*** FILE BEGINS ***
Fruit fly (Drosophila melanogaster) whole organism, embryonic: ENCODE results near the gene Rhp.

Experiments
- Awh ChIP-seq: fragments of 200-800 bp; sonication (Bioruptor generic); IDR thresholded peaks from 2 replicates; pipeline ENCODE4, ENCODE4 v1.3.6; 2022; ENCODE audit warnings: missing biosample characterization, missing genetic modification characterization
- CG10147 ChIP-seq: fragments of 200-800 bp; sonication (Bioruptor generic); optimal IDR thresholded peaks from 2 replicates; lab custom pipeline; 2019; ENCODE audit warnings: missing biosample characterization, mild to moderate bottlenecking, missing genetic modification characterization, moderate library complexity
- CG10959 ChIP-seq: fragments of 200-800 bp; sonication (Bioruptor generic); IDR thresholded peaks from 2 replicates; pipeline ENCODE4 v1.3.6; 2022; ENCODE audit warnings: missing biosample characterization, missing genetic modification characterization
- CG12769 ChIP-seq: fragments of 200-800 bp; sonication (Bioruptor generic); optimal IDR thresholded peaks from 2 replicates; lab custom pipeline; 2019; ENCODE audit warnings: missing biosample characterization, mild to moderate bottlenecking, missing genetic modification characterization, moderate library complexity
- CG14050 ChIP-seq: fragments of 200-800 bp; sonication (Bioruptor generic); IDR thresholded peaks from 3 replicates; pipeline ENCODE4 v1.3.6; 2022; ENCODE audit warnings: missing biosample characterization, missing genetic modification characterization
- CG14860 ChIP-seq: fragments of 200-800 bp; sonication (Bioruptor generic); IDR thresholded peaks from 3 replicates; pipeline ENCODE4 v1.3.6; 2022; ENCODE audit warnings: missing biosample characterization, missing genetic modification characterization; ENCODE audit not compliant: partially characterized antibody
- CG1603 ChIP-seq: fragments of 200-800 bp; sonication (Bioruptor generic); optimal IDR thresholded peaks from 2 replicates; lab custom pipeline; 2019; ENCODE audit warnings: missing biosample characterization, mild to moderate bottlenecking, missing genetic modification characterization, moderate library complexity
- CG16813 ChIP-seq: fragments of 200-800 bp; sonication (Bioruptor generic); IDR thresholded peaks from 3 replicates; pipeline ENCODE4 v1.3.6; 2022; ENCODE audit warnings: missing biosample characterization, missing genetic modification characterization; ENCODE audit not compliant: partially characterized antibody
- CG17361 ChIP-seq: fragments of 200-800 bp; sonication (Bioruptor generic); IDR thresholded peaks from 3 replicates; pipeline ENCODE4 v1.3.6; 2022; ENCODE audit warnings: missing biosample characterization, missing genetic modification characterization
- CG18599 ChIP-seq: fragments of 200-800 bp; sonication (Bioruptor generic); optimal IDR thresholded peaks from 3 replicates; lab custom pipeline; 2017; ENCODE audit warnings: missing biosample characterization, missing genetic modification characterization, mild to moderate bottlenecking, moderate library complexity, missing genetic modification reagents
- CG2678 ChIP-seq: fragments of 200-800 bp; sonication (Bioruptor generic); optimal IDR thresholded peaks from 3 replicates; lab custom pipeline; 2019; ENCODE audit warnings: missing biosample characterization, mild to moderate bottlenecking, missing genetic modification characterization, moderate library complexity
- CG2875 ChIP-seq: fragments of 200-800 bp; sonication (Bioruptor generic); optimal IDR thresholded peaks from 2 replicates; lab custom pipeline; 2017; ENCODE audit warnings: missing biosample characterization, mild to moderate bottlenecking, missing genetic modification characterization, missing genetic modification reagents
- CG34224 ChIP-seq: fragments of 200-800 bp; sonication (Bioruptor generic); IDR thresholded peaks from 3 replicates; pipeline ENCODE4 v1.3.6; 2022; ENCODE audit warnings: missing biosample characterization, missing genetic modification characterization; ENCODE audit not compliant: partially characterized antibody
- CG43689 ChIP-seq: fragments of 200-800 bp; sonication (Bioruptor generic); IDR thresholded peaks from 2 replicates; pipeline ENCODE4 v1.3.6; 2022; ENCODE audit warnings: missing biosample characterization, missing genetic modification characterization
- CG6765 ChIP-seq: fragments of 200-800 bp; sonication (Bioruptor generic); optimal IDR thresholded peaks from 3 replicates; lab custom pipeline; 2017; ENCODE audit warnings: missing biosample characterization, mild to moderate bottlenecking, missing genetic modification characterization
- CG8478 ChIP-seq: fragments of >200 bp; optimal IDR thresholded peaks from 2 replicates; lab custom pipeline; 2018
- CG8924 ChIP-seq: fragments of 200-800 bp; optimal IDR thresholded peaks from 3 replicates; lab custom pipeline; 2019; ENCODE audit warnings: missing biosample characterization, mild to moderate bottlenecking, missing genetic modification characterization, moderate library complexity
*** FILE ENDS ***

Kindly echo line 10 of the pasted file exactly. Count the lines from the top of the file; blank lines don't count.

- CG16813 ChIP-seq: fragments of 200-800 bp; sonication (Bioruptor generic); IDR thresholded peaks from 3 replicates; pipeline ENCODE4 v1.3.6; 2022; ENCODE audit warnings: missing biosample characterization, missing genetic modification characterization; ENCODE audit not compliant: partially characterized antibody